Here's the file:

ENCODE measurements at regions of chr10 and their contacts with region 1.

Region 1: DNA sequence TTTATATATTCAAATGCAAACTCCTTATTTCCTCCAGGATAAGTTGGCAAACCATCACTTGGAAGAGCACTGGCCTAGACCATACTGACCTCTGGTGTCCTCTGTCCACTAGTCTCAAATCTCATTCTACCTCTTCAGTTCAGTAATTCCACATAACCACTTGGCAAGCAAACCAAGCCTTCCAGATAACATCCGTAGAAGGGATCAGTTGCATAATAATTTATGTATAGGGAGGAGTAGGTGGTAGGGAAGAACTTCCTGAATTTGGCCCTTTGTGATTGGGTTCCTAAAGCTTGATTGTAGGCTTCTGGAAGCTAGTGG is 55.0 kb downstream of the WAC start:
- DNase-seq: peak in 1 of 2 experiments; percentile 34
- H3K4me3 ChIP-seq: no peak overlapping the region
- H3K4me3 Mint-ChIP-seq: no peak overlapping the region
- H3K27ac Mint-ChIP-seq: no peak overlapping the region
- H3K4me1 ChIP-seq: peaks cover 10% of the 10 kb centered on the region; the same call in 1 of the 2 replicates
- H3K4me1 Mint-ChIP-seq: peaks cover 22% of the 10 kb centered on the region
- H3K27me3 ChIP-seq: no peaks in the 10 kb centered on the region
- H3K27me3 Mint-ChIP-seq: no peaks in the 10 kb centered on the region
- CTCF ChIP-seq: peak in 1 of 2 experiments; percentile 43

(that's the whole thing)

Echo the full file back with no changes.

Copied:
ENCODE measurements at regions of chr10 and their contacts with region 1.

Region 1: DNA sequence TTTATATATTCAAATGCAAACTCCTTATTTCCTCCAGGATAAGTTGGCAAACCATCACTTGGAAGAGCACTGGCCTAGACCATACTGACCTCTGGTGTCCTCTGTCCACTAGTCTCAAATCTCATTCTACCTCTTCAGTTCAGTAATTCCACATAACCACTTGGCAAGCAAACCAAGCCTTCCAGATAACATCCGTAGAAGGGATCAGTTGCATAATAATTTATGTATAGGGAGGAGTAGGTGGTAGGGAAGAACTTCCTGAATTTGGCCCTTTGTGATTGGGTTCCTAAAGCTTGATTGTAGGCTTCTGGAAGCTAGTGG is 55.0 kb downstream of the WAC start:
- DNase-seq: peak in 1 of 2 experiments; percentile 34
- H3K4me3 ChIP-seq: no peak overlapping the region
- H3K4me3 Mint-ChIP-seq: no peak overlapping the region
- H3K27ac Mint-ChIP-seq: no peak overlapping the region
- H3K4me1 ChIP-seq: peaks cover 10% of the 10 kb centered on the region; the same call in 1 of the 2 replicates
- H3K4me1 Mint-ChIP-seq: peaks cover 22% of the 10 kb centered on the region
- H3K27me3 ChIP-seq: no peaks in the 10 kb centered on the region
- H3K27me3 Mint-ChIP-seq: no peaks in the 10 kb centered on the region
- CTCF ChIP-seq: peak in 1 of 2 experiments; percentile 43